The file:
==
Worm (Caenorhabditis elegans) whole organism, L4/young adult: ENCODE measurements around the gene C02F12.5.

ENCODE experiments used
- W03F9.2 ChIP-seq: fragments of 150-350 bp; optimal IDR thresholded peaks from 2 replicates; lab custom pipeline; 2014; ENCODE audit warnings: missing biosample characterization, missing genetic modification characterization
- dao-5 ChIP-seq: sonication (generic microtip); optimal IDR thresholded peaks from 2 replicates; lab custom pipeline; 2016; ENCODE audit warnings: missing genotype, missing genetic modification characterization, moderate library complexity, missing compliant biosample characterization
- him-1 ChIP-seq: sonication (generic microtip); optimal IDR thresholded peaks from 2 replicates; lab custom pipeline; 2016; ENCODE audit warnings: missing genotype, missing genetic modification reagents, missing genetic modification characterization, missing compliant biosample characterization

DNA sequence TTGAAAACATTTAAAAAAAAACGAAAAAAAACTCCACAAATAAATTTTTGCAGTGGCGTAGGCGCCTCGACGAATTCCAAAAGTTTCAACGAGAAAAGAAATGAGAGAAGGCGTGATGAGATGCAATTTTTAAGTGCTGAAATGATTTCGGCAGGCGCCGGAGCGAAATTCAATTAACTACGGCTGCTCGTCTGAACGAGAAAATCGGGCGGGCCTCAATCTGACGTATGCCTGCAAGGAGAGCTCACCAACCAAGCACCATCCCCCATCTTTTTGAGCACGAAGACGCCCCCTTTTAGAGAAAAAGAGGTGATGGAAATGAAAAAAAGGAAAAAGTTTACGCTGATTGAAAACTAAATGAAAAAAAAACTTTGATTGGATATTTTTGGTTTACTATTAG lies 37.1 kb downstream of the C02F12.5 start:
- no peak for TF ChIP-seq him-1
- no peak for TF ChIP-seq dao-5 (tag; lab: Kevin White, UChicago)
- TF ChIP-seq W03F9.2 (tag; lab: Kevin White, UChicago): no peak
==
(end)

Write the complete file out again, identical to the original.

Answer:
Worm (Caenorhabditis elegans) whole organism, L4/young adult: ENCODE measurements around the gene C02F12.5.

ENCODE experiments used
- W03F9.2 ChIP-seq: fragments of 150-350 bp; optimal IDR thresholded peaks from 2 replicates; lab custom pipeline; 2014; ENCODE audit warnings: missing biosample characterization, missing genetic modification characterization
- dao-5 ChIP-seq: sonication (generic microtip); optimal IDR thresholded peaks from 2 replicates; lab custom pipeline; 2016; ENCODE audit warnings: missing genotype, missing genetic modification characterization, moderate library complexity, missing compliant biosample characterization
- him-1 ChIP-seq: sonication (generic microtip); optimal IDR thresholded peaks from 2 replicates; lab custom pipeline; 2016; ENCODE audit warnings: missing genotype, missing genetic modification reagents, missing genetic modification characterization, missing compliant biosample characterization

DNA sequence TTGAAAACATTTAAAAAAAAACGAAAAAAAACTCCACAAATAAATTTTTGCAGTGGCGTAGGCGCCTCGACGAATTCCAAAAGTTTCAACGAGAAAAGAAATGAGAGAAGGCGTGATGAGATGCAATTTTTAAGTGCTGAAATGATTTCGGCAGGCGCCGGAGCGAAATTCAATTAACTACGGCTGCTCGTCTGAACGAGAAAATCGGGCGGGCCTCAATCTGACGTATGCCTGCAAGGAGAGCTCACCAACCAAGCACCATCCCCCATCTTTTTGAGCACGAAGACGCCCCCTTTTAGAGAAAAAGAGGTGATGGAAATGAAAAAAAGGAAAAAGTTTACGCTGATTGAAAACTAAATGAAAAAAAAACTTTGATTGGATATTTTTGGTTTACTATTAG lies 37.1 kb downstream of the C02F12.5 start:
- no peak for TF ChIP-seq him-1
- no peak for TF ChIP-seq dao-5 (tag; lab: Kevin White, UChicago)
- TF ChIP-seq W03F9.2 (tag; lab: Kevin White, UChicago): no peak